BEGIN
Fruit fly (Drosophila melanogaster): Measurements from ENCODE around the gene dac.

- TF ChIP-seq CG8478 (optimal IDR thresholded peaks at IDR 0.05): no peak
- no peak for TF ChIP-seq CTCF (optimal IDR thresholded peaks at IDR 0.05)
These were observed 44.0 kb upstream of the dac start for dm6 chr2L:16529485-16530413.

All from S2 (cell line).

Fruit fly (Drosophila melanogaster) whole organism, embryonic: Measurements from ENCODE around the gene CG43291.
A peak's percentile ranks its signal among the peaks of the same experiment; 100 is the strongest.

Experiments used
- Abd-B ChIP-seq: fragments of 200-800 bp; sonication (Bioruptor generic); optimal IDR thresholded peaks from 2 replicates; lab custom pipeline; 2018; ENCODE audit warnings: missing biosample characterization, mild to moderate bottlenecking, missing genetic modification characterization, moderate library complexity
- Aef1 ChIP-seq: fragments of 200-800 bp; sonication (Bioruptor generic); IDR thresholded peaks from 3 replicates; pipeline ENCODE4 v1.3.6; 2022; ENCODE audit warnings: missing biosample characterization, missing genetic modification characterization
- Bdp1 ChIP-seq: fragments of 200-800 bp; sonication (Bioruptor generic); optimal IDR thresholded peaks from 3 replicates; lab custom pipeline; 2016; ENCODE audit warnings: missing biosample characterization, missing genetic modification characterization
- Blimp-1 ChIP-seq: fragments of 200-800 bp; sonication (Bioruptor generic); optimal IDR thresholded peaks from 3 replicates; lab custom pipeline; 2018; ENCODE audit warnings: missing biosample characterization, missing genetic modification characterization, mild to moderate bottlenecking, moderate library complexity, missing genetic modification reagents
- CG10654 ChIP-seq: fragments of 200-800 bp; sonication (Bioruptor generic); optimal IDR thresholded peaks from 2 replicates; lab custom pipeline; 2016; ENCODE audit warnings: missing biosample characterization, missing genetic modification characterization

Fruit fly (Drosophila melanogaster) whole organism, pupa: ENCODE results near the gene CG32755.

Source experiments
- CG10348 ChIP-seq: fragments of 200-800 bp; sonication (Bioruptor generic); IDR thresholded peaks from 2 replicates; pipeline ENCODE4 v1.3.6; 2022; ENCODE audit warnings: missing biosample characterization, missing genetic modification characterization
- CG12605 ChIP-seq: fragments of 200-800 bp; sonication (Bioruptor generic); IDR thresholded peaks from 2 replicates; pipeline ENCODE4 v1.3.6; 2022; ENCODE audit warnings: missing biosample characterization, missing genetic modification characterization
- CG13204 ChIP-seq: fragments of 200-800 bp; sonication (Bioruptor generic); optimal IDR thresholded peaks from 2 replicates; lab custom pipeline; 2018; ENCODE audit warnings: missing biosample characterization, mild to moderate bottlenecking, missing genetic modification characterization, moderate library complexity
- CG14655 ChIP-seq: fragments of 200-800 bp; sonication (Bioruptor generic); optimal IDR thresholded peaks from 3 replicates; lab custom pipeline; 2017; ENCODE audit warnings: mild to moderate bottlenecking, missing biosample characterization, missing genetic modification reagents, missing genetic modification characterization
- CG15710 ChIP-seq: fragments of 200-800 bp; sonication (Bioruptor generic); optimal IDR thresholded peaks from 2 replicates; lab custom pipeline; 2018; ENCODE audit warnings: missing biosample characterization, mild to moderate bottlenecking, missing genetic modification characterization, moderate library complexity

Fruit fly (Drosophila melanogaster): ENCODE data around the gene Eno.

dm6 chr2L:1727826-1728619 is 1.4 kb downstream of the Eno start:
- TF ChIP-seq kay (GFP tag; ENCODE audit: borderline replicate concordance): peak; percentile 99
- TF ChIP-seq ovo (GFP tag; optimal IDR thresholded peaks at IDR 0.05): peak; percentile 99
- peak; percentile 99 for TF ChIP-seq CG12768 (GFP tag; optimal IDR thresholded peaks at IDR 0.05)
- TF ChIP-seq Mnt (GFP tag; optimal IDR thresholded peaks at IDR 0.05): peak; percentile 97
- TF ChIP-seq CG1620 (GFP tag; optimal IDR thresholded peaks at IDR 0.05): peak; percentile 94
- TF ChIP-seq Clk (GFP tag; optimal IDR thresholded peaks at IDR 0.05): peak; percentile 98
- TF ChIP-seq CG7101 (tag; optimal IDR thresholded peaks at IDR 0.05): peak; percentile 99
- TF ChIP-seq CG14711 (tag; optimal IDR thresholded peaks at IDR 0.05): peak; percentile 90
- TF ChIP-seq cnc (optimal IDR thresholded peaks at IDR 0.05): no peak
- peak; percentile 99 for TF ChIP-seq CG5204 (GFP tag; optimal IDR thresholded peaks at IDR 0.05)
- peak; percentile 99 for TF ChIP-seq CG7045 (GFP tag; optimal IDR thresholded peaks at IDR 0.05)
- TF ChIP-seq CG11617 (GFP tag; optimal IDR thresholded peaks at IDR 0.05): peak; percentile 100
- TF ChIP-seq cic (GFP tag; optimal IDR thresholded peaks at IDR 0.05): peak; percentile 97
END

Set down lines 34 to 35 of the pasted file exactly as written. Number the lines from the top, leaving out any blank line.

- TF ChIP-seq CG11617 (GFP tag; optimal IDR thresholded peaks at IDR 0.05): peak; percentile 100
- TF ChIP-seq cic (GFP tag; optimal IDR thresholded peaks at IDR 0.05): peak; percentile 97